WHEREAS, the past five years have been the hottest on record, and in 2017 global temperature rise surpassed one degree Celsius above preindustrial levels, and

                     WHEREAS, over seven hundred localities around the world have declared a climate emergency to drive efforts to prevent the worst effects of climate change, and

                     WHEREAS, every action to limit warming matters and every government, every community and every individual can play a role, but collective multisector coordination will be most effective in combatting climate change, and

                     WHEREAS, King County is already experiencing the impacts of climate change: more frequent wildfires, rising sea levels, declining mountain snowpack, worsening flood and drought risk and extreme heat, and

                     WHEREAS, unless adequately addressed, climate change will have devastating effects on regional economies, infrastructure, recreation, the natural environment, public health, safety and quality of life, and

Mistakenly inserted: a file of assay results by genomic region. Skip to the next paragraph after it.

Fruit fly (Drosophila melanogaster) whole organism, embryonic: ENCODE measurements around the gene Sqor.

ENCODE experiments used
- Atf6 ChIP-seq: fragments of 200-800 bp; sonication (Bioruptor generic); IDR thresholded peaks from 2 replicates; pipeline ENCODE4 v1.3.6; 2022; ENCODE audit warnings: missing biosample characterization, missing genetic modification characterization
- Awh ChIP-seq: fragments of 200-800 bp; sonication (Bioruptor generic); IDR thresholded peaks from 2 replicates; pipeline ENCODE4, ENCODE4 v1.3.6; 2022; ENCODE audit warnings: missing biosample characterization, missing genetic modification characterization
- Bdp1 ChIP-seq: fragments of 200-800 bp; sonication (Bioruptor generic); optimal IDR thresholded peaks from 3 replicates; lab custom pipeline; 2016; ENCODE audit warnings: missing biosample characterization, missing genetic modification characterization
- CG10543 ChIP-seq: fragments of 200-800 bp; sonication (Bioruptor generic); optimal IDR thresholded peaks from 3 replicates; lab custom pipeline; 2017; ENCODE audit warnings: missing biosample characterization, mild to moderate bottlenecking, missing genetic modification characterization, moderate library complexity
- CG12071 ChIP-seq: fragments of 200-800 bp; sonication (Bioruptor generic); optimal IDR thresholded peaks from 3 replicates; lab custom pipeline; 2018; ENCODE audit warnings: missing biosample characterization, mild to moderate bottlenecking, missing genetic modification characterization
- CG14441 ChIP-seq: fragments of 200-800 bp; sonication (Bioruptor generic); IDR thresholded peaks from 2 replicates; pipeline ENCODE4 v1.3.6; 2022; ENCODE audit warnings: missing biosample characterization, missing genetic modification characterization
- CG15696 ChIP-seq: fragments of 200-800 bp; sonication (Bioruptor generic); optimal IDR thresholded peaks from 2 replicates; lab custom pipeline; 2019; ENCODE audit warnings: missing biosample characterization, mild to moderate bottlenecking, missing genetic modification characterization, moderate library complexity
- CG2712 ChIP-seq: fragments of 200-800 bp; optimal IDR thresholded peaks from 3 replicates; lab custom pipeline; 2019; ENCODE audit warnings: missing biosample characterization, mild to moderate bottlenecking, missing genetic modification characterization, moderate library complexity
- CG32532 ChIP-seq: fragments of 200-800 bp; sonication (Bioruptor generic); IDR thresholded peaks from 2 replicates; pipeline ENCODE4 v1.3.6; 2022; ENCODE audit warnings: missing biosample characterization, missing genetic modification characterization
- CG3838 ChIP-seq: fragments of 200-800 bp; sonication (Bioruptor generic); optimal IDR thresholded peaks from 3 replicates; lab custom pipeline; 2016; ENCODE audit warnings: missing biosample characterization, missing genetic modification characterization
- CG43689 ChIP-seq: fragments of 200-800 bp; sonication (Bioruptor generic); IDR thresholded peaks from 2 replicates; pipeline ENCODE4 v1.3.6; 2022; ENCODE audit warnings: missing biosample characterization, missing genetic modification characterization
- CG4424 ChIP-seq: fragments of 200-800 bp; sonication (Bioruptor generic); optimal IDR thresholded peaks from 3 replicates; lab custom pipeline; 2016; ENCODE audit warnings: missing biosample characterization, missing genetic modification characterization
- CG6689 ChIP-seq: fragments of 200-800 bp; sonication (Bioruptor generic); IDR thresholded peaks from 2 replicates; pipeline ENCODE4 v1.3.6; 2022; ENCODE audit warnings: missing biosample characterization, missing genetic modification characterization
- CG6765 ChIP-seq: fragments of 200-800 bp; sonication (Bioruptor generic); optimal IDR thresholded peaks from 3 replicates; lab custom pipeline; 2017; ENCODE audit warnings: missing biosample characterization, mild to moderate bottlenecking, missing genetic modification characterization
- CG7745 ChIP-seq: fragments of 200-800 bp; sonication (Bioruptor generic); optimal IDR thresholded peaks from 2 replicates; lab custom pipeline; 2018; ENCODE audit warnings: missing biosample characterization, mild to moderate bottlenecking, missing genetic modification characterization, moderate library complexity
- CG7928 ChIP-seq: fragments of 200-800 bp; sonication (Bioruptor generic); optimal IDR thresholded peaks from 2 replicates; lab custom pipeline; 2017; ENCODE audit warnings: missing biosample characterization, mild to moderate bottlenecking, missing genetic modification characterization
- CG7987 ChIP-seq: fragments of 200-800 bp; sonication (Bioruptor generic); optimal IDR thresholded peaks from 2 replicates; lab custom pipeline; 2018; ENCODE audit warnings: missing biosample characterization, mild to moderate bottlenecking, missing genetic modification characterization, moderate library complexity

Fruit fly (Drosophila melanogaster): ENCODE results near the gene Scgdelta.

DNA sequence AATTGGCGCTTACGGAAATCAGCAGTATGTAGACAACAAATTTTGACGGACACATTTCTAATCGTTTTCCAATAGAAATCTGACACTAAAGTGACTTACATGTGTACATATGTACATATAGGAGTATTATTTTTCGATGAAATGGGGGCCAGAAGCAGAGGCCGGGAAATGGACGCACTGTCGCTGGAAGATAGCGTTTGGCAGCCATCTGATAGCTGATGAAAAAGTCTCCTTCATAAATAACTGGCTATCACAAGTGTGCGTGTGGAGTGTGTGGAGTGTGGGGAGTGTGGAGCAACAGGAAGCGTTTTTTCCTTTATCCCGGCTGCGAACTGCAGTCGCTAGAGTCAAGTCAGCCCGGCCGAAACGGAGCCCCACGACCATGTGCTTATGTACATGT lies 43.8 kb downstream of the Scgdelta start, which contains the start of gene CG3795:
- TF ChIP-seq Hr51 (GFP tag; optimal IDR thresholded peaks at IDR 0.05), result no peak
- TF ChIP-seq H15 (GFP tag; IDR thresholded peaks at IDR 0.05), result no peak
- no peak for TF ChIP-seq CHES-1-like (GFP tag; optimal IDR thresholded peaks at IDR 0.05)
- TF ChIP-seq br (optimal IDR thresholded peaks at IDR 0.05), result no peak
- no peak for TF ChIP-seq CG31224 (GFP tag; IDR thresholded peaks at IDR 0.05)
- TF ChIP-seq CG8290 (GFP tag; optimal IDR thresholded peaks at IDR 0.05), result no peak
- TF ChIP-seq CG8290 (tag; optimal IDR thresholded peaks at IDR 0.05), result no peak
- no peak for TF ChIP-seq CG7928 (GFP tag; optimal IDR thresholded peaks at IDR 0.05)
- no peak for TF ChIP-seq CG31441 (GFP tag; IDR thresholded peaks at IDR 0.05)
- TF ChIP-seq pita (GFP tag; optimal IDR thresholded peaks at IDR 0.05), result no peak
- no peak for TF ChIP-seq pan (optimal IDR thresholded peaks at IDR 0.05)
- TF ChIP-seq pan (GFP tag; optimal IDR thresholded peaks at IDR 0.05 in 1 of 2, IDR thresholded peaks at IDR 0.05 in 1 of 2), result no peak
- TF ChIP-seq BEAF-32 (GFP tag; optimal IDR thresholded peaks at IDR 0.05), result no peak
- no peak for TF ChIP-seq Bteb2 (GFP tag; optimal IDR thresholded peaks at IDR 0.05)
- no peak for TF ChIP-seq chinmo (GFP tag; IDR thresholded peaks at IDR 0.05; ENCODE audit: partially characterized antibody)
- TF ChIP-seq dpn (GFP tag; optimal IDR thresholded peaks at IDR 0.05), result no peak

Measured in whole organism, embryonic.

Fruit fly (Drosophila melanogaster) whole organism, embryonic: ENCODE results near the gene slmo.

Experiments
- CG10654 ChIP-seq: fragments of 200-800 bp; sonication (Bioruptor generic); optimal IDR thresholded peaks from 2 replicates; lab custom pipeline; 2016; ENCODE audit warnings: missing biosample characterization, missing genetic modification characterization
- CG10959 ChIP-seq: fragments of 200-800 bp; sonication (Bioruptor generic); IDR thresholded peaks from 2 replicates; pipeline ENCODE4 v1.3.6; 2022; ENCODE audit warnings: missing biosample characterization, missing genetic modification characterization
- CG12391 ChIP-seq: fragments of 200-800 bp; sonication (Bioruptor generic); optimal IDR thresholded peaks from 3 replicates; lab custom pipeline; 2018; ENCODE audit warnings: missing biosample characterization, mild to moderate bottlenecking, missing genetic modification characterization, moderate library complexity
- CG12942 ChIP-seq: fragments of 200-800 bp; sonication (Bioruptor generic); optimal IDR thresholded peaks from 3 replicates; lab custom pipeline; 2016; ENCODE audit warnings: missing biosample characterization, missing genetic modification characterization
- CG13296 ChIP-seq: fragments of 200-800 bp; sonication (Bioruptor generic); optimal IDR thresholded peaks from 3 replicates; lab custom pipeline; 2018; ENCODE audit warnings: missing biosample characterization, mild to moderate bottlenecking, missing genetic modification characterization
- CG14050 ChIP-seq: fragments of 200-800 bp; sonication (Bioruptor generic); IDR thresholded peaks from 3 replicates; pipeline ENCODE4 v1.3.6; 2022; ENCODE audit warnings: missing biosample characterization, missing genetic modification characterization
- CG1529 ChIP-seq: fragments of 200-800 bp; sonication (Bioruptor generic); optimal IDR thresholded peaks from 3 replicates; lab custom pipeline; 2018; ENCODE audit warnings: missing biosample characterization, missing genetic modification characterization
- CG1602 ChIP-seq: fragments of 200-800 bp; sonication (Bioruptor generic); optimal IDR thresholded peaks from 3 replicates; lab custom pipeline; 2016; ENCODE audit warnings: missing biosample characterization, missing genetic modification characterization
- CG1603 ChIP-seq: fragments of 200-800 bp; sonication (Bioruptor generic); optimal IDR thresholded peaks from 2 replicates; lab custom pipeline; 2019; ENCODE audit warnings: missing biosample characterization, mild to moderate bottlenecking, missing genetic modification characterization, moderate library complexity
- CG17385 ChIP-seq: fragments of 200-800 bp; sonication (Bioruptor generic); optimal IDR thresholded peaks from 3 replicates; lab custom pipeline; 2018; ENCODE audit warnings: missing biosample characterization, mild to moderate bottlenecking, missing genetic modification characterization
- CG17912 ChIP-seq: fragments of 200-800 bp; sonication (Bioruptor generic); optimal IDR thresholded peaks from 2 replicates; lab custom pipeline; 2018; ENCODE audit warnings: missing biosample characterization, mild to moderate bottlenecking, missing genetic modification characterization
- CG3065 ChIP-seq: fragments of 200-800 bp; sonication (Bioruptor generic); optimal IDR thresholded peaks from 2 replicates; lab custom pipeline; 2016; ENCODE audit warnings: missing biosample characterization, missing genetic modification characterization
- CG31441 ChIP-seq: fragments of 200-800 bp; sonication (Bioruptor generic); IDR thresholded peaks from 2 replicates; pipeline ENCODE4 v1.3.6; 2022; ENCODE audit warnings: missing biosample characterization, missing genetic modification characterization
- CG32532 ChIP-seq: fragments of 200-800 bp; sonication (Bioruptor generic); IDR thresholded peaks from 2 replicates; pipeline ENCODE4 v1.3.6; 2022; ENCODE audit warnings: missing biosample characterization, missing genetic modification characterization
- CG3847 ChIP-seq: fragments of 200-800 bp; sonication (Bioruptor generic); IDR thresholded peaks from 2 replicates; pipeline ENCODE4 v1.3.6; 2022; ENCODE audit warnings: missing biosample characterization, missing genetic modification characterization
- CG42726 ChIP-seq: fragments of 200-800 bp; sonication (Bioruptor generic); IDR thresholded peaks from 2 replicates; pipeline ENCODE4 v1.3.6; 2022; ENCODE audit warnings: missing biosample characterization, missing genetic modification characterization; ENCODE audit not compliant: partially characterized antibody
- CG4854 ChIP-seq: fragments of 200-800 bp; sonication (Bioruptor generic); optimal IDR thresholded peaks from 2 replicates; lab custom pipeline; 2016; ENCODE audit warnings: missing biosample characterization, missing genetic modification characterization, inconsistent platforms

WHEREAS, the effects of climate change will disproportionately impact frontline communities in King County that are predominantly low-income and communities of color who, due to historic systems of structural racism and oppression, have been limited in their capacity to mitigate and respond to climate impacts, and

                     WHEREAS, in 2016 King County adopted the Equity and Social Justice Strategic Plan, which directs the county to consider equity and the disproportionate environmental burdens experienced by frontline communities in county investments and policy, and